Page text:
MBA Program/Admissions and Economics

<p>I currently go to Carleton College in Northfield, MN. I plan to major in Economics and then would like to get my MBA from a prestigious business school such as the Booth School at UChicago. How much would it help my chances of getting into Booth if I transferred after my freshman year got my degree from Chicago instead? I know other factors are involved, but just curious as to if going to UChicago would increase my chances. Also, is the econ program at UChicago stronger than Carleton's, and if so, how much stronger? Thanks for your help!</p>

<p>Two things:</p>

<p>1) Some professional/ graduate schools disapprove of one getting his or her graduate degree from the same institution as their undergraduate degree, and</p>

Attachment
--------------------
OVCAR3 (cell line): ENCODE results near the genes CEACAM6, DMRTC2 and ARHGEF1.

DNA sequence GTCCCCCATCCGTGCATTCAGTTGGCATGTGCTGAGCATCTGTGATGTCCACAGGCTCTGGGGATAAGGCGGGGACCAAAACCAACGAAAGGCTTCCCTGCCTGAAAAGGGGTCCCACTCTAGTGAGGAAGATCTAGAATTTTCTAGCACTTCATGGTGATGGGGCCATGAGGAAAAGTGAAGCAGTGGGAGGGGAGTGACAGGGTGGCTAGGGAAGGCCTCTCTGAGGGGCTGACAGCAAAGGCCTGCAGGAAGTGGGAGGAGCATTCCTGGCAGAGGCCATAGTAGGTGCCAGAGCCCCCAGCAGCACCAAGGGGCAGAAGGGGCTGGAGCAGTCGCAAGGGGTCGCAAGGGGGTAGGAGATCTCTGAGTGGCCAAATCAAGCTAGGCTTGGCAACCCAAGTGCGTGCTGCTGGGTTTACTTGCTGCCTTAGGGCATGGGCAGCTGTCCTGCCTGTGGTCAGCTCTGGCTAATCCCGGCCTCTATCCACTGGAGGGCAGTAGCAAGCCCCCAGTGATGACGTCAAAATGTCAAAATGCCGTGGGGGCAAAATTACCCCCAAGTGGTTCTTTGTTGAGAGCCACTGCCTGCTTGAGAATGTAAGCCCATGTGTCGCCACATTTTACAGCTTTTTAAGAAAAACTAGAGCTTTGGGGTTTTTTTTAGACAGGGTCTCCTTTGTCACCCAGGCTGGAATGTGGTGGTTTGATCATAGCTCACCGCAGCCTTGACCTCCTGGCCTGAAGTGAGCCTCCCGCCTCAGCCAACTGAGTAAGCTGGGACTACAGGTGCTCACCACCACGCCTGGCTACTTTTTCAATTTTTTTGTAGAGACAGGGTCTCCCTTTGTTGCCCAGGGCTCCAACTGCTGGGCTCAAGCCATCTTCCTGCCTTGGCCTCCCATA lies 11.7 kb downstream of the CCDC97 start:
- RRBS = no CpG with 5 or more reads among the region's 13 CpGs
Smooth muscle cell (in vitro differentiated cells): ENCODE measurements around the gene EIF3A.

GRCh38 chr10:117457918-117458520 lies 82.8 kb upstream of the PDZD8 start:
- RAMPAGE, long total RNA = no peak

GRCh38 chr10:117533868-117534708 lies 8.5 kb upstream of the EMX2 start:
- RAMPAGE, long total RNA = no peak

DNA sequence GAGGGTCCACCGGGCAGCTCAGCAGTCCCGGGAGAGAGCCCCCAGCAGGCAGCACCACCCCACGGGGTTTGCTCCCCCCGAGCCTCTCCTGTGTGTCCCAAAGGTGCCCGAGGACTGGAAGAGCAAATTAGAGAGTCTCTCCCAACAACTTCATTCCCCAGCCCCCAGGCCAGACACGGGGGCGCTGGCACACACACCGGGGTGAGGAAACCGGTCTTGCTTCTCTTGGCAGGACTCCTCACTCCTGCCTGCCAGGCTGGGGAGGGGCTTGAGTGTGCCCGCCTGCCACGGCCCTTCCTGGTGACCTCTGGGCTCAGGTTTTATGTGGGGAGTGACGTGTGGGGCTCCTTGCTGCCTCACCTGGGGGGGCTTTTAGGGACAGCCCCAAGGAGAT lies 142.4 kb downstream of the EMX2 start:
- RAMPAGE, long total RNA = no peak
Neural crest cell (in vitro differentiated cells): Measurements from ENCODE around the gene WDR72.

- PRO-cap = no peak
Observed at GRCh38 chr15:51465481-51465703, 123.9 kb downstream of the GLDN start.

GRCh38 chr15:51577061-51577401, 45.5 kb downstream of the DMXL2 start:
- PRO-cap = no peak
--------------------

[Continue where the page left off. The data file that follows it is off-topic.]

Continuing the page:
<p>2) Typically, top MBA programs like to see applicants having a decent amount of work experience (usually about four years or so) before applying, rather than applying fresh out of undergrad.</p>

<p>Why are you interested in the Booth MBA? What are you looking to do with it?</p>

<p>Go Maroons!</p>

<p>I'd like to get into investment banking or corporate finance field and I feel like Booth would be the best option to prepare myself for that field, especially after a few years of work experience. Do you know if Booth disproves of getting an undergrad and a grad degree from UChicago? Also, the undergrad econ program seems to have many investment banks recruiting from them (so I could get some work exp before grad school), more so than Carleton, would you agree? I'm open to any advice you have and it's much appreciated!</p>

<p>Sounds like you are wavering on Carleton even before you arrive on campus for your freshman year. Give the place a chance, you might love it there. If not, a transfer is always available.</p>